Pulchra es et decora…Thou art beautiful and comely, daughter of Jerusalem, terrible as an army in battle array. (5th Antiphon of Laudes. Song of Songs 6:4)
Dear brothers and sisters in Christ,
My very dear sons,
Later this year, on the eighth day of December we will celebrate the feast of the Immaculate Conception, which celebrates the mysterious initial stage, the starting point of that incomparable beauty we find in the Blessed Virgin Mary. Today, on the feast of the Assumption, we contemplate that same beauty lifted up to Heaven, consummated, Mary’s loveliness at its zenith. But why is this important?
“Beauty will save the world.” This shining phrase, cast like a gem into the rather muddy pond of a novel by an early modern Russian author, has caught the attention of many a Catholic thinker over the past few decades. The idea is that, in a time inundated by rhetoric stemming from the most contradictory of ideas, in an epoch where arguments have somewhat lost their power to persuade the masses, the spectacle of true beauty still moves minds and hearts and can thus prove effective in guiding a staggering humanity that has lost its way toward nobler aspirations. “Beauty will save the world.” It is possible that the phrase has been over-used. But the real question is whether it is really true, whether beauty will save us in some real manner, that is whether God, through the intermediary of beauty, will bring salvation to our generation and to the next, as wounded humanity continues its quest for its true and final destiny. And time is getting short. We have come to the point of history when Dostoevsky’s poetic inspiration will no doubt be tested against hard facts.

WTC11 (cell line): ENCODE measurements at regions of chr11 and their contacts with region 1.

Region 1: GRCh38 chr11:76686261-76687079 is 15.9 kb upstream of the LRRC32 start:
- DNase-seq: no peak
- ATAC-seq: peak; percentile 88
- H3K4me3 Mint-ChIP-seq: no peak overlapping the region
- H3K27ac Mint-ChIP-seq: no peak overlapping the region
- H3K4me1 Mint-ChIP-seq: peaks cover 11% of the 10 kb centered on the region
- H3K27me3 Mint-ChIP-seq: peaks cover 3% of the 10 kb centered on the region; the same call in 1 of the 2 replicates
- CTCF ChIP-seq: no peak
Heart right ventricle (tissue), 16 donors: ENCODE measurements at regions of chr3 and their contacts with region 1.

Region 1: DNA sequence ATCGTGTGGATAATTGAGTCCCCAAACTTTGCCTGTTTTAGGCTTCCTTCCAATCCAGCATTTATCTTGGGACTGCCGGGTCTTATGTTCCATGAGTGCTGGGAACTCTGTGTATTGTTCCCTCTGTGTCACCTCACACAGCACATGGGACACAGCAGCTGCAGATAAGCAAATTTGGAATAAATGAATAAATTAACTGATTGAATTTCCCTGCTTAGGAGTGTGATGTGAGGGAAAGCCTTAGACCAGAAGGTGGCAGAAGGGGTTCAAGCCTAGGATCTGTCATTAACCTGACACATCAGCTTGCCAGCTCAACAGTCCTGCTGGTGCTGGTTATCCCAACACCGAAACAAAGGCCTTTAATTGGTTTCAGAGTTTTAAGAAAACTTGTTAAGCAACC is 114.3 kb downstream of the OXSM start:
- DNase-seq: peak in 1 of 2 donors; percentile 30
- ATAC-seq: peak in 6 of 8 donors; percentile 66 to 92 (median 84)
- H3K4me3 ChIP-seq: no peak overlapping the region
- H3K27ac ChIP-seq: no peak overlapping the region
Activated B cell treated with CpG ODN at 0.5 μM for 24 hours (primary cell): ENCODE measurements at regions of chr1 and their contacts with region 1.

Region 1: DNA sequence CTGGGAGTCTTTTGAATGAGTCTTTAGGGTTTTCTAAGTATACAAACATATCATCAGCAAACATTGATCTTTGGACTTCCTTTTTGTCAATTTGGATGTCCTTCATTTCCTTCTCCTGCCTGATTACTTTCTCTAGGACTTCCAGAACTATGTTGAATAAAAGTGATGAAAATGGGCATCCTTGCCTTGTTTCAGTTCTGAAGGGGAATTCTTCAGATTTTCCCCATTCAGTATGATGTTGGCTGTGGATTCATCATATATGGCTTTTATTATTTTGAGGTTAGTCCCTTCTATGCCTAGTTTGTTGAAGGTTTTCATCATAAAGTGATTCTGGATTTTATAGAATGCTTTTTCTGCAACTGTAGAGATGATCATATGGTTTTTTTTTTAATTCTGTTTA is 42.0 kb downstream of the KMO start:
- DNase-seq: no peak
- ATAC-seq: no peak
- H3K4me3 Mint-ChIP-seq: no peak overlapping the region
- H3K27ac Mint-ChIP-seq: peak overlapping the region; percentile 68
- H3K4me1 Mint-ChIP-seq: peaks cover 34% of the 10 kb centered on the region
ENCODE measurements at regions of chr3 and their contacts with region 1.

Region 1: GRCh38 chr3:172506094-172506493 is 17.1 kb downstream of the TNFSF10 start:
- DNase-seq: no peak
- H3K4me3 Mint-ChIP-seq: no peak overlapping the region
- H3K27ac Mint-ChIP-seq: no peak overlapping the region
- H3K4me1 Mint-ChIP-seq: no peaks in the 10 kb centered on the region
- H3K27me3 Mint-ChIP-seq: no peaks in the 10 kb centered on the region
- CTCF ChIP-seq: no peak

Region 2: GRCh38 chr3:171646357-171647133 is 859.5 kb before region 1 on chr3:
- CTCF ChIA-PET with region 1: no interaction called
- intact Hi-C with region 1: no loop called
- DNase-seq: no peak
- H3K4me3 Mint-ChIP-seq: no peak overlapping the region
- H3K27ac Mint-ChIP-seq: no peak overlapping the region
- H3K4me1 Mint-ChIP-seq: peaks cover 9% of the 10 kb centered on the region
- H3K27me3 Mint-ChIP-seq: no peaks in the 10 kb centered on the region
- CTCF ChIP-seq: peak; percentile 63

It is clear enough that a kind of revolution is already on our doorstep, especially in America and in Europe. Churches are burning and holy images are being desecrated. Of course, as in all revolutions, things are not always black and white. There are peaceful protesters who are enraged about real injustices. But that is not the revolution of which I am speaking. The latter follows a certain pattern of mob violence and radical betrayal of all that is wholesome, bringing a darkness that has no kinship with the light. At heart this radical revolution is the apotheosis of ugliness, a dramatic privation of the harmonious proportion of things that makes for beauty. It is the reign of darkness, the false majesty of the ugly. Will beauty save us from this abyss?
On this feast of the Assumption, we are not speculating in the abstract. We have before us, already, a concrete answer, a beauty that is not merely an ideal, but which has already crossed through the woof and warp of our Christian civilization: it is a person. In his Diary of a Country Priest, George Bernanos offers words that were about the Immaculate Conception of Mary, but which also tell us something about the beauty of Our Lady of the Assumption: